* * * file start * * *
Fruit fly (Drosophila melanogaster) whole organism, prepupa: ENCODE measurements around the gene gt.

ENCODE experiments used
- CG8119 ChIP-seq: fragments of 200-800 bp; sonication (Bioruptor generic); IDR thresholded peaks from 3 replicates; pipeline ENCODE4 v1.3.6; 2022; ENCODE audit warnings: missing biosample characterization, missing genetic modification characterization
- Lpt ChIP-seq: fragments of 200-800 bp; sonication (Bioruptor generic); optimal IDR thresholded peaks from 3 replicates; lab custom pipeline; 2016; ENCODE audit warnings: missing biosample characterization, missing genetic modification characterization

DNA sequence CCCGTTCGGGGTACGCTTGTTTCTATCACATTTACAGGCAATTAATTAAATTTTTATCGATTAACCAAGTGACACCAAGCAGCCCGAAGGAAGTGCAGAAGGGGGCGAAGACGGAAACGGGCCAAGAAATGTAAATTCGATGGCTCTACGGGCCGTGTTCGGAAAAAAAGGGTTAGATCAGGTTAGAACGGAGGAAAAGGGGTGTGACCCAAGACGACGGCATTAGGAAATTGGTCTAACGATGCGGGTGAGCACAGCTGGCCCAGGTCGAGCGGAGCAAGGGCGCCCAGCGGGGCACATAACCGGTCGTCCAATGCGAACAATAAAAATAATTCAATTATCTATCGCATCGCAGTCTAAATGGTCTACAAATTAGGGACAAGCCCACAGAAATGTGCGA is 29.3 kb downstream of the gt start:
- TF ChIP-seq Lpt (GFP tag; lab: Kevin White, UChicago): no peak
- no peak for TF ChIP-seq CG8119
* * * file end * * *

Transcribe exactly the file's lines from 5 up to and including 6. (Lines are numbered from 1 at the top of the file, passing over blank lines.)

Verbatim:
DNA sequence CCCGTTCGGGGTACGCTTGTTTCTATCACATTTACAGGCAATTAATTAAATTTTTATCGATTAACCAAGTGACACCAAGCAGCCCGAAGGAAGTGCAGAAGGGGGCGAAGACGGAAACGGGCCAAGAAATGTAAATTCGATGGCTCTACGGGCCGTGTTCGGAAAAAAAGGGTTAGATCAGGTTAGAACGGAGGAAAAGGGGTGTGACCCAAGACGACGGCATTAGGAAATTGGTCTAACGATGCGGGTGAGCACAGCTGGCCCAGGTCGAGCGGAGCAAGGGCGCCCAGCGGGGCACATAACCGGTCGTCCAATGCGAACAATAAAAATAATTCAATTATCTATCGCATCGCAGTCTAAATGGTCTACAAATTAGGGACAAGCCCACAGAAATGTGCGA is 29.3 kb downstream of the gt start:
- TF ChIP-seq Lpt (GFP tag; lab: Kevin White, UChicago): no peak